A previous study reported that elderly patients with a good PS and few comorbidities were able to receive similar dose intensities of CAPOX to those of young patients [17]. In the present study, patients ≥70 years received a similar dose intensity and number of CAPOX cycles to patients <70 years. This may be partially attributed to the condition of the elderly patients examined: 22 patients (96%) had a PS of 0, while 21 (91%) had only a few comorbidities (CCI ≤1).

Regarding adverse events related to adjuvant CAPOX therapy, Schmoll et al. [20] initially reported that 355 patients aged ≥65 years showed a higher frequency of grade 3/4 adverse events than 583 patients <65 years in the XELOXA trial. However, a comprehensive analysis of four RCTs (NSABP C-08, XELOXA, X-ACT, and AVANT) demonstrated that the incidence of grade 3/4 adverse events during adjuvant oxaliplatin-including regimens was similar between age subgroups of ≥70 and <70 years (n = 477 and 2,390, respectively) [15]. Consistent with the latter findings, we herein showed that grade 3/4 adverse events and DLTs during adjuvant CAPOX were similar in elderly and younger patients.

Regarding racial discrepancies in the tolerability profiles of CAPOX, RCTs revealed that Asian patients showed less grade 3/4 toxicities than patients of other races (41–43% vs. 55–68%) [27, 32]. The frequency of grade 3/4 toxicities was also low in our cohort (37%), and in another retrospective study from China (28%) [31]. Haller et al. [27] indicated that the underlying causes for these differences in drug effects were either intrinsic, such as genetic polymorphisms and physiological or pathological conditions, or extrinsic, including the healthcare system, dietary habits, and differences in patient recruitment by RCTs [27].

There was no age-dependent difference in the CSS or RFS of stage III CRC patients treated with adjuvant CAPOX in the present study. Therefore, CAPOX therapy may also be effective for a selected group of elderly patients. In addition, the CSS of elderly patients aged ≥70 years (5-year rate: 100%) was better than overall survival in previous RCTs (5-year rate: 69–74%) [14, 15]. This difference in survival rate may be explained by the following reasons: patients were recruited between 1997 and 2007 in these studies [14, 15], which indicates that they may not have received a number of systemic chemotherapies with biologics, such as bevacizumab, cetuximab, panitumumab, aflibercept, and ramucirumab, after relapse. Moreover, Asians, including Japanese, generally have a longer life expectancy than Caucasians, Blacks, and Hispanics [33]. A retrospective study reported longer survival in Asians with stage II/III CRC after adjuvant treatment or without chemotherapy than in other ethnicities [34].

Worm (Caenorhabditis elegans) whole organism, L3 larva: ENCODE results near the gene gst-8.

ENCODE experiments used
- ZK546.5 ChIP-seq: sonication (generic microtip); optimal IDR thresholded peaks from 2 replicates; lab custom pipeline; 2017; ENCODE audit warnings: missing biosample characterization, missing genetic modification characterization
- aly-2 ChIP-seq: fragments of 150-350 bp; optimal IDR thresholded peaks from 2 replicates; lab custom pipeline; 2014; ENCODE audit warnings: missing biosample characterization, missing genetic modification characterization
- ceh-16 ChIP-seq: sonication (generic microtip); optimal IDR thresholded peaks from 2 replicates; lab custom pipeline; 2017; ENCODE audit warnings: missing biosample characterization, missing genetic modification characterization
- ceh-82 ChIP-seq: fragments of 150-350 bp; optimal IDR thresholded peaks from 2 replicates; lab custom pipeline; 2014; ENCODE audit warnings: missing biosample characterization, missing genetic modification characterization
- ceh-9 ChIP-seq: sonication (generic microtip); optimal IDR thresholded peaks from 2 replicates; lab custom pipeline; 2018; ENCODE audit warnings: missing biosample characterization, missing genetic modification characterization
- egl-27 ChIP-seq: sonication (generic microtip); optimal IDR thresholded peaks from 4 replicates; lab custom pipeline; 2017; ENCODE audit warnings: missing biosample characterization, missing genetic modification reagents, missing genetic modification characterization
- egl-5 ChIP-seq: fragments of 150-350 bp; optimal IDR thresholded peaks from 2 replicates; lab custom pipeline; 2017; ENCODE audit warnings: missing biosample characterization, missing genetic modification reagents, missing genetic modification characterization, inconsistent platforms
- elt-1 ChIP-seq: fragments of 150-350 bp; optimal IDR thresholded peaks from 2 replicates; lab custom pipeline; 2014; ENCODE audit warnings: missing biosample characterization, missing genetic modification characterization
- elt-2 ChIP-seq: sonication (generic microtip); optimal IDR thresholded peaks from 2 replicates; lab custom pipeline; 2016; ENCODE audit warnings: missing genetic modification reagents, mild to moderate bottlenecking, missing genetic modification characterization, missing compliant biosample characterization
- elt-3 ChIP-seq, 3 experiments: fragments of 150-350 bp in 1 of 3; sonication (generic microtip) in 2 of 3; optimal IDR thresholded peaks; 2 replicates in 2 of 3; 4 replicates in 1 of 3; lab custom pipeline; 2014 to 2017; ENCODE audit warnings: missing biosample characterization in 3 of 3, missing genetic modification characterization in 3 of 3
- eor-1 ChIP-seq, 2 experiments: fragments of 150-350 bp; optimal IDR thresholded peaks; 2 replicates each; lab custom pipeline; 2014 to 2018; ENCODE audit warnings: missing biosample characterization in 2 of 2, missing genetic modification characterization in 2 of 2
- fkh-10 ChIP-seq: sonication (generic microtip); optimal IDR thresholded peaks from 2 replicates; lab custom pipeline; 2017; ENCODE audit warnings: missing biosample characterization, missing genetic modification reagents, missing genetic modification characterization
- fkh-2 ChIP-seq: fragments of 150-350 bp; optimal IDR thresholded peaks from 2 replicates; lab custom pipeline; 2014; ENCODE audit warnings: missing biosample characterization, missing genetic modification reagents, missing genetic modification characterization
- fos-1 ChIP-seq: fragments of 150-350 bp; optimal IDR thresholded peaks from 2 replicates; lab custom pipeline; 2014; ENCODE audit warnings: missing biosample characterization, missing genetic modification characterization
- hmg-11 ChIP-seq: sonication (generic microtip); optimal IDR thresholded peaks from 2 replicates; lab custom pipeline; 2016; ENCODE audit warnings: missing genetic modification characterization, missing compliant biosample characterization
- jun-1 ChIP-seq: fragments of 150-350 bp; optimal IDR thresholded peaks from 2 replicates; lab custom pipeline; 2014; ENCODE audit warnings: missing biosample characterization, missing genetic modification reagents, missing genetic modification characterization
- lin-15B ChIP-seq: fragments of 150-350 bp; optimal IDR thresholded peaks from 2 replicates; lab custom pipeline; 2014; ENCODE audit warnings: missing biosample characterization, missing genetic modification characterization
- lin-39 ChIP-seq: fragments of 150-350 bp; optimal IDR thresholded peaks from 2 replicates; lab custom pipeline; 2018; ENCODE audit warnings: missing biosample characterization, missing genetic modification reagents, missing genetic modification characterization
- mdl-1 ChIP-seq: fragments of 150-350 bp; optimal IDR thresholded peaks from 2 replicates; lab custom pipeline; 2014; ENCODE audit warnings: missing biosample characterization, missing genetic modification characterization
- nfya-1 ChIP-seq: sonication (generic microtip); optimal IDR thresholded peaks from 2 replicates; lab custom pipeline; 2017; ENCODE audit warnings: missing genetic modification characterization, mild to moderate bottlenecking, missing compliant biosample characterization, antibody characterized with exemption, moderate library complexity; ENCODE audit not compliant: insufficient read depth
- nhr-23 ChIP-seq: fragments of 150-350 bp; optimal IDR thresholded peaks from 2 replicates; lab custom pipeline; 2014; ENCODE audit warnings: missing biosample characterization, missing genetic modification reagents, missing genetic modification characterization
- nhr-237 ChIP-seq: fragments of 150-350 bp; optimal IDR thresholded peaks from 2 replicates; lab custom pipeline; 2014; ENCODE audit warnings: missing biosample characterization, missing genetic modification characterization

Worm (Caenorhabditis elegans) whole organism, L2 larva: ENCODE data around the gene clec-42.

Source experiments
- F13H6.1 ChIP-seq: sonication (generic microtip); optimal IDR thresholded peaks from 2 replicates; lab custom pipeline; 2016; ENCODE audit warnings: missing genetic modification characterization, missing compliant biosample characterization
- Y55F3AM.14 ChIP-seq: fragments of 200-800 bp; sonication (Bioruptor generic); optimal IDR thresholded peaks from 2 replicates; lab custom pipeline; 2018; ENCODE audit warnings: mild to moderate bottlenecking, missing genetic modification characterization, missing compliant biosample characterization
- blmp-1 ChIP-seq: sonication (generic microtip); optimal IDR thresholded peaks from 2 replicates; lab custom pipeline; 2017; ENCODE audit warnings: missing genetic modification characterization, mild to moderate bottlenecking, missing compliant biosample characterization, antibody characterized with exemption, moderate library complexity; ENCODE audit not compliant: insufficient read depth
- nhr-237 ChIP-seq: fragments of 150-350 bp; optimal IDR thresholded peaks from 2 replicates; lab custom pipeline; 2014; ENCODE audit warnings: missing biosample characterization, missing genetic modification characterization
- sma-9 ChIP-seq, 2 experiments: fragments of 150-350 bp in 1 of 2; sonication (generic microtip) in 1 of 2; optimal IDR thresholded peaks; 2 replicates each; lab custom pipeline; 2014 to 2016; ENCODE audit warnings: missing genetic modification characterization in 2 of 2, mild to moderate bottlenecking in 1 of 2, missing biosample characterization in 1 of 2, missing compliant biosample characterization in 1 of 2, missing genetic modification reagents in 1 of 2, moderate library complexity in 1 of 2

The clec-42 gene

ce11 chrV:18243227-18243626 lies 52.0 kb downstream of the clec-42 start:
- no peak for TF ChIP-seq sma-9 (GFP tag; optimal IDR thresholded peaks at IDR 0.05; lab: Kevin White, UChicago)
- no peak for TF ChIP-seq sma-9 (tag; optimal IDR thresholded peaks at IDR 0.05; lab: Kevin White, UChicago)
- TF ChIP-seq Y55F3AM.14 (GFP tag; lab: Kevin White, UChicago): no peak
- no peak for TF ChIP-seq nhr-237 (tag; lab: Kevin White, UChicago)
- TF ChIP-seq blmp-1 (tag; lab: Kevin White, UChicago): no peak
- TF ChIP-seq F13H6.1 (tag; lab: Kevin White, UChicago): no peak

There are several limitations that need to be addressed. This was a retrospective study that was conducted at a single hospital with a small patient cohort. A small number of patients with multiple CRCs, colitis-associated cancer, and hereditary CRC were included, and therefore, the background of patients may be heterogeneous. Moreover, the present study may have included a selection bias; adjuvant CAPOX may not have been selected for elderly patients with a poor PS or for those with severe background comorbidities. In addition, there is a possibility that the lack of difference in treatment outcomes of CAPOX between the ≥70 years and <70 years groups may be attributable to the underpower due to the small number of patients. Finally, the CSS and RFS were not fully matured in the present study.

In a Japanese population, adjuvant CAPOX therapy was tolerable for a select subpopulation of elderly patients. The CSS and RFS of these elderly patients were similar to those of younger patients. Although a definite conclusion cannot be drawn from this small study with patient heterogeneity, advanced age itself may not be a contraindication for adjuvant CAPOX therapy. Future studies with a larger patient cohort are required to confirm the present results.

The present study was approved by the Ethics Committees of the University of Tokyo (No. 3252- [13]). Written informed consent was obtained from all participants to participate and to publish in the present study.

The authors have no conflicts of interest to declare.

This research is supported by grants-in-aid for scientific research (C: Grant No. 18K07194, C: Grant No. 19K09114, C: Grant No. 19K09115, C: Grant No. 20K09051, Challenging Research (Exploratory): Grant No. 20K21626, B: Grant No. 21H02778) from the Japan Society for the Promotion of Science. This research is supported by the Project for Cancer Research and Therapeutic Evolution (P-CREATE), Grant No. JP 19cm0106502 from the Japan Agency for Medical Research and Development (AMED).

Kazuaki Okamoto, Hiroaki Nozawa, and Soichiro Ishihara developed the study design and concept; retrieved the data of patients; and carried out the analysis. Kazuaki Okamoto, Hiroaki Nozawa, Shigenobu Emoto, Koji Murono, Kazuhito Sasaki, and Soichiro Ishihara participated in writing and revising the manuscript critically. All the authors read and approved the final manuscript.

All data generated or analyzed during this study are included in this article. Further inquiries can be directed to the corresponding author.